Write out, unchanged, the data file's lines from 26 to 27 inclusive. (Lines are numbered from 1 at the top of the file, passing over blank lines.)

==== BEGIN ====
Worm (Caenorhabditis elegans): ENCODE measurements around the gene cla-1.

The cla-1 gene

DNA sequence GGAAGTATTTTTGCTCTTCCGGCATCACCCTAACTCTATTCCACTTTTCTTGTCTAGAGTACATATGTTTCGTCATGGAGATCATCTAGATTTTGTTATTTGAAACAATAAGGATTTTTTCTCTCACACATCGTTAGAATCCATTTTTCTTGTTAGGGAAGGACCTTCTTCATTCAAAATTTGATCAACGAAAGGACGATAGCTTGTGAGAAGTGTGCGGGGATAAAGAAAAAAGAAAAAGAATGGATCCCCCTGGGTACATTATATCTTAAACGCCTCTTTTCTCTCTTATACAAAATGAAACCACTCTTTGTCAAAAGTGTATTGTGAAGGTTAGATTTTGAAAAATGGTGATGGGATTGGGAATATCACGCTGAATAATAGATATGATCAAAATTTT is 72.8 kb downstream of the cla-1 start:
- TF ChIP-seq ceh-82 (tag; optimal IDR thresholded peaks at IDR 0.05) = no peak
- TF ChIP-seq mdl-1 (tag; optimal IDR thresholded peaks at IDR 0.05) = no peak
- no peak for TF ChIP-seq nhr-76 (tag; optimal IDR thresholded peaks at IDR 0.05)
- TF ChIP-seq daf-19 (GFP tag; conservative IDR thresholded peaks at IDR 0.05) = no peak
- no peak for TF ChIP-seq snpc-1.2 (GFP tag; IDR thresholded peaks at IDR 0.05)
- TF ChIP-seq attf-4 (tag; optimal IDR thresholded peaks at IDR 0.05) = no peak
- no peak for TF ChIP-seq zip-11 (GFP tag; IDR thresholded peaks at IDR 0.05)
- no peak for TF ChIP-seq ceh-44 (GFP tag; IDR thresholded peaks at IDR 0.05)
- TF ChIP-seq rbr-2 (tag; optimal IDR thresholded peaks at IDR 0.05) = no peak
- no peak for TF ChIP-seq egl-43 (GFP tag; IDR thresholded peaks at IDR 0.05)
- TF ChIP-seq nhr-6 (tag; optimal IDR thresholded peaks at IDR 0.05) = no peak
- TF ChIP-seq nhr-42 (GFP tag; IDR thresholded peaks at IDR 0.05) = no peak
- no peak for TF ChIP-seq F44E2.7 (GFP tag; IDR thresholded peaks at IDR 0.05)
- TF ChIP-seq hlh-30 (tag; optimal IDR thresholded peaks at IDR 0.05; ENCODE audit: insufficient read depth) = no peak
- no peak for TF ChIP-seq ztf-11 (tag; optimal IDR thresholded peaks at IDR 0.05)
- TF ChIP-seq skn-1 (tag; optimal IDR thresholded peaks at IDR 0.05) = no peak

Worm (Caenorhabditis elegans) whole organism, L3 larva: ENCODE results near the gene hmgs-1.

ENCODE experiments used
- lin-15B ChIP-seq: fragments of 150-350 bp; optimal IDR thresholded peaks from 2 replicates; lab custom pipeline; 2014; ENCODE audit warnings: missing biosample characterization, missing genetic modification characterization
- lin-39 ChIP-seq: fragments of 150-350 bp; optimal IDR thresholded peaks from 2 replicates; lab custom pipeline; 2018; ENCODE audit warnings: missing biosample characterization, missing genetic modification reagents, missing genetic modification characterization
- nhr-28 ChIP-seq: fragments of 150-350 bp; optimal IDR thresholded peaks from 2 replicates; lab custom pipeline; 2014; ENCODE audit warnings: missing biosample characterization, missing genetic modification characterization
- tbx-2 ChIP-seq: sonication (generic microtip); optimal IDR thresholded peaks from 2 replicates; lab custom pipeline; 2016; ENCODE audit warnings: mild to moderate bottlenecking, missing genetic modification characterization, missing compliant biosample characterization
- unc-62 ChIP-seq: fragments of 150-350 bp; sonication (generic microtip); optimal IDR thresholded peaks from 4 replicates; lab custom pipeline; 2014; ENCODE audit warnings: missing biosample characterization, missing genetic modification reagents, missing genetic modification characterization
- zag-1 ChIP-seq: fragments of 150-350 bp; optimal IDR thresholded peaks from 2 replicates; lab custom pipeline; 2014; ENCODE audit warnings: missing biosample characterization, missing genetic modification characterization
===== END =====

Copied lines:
- unc-62 ChIP-seq: fragments of 150-350 bp; sonication (generic microtip); optimal IDR thresholded peaks from 4 replicates; lab custom pipeline; 2014; ENCODE audit warnings: missing biosample characterization, missing genetic modification reagents, missing genetic modification characterization
- zag-1 ChIP-seq: fragments of 150-350 bp; optimal IDR thresholded peaks from 2 replicates; lab custom pipeline; 2014; ENCODE audit warnings: missing biosample characterization, missing genetic modification characterization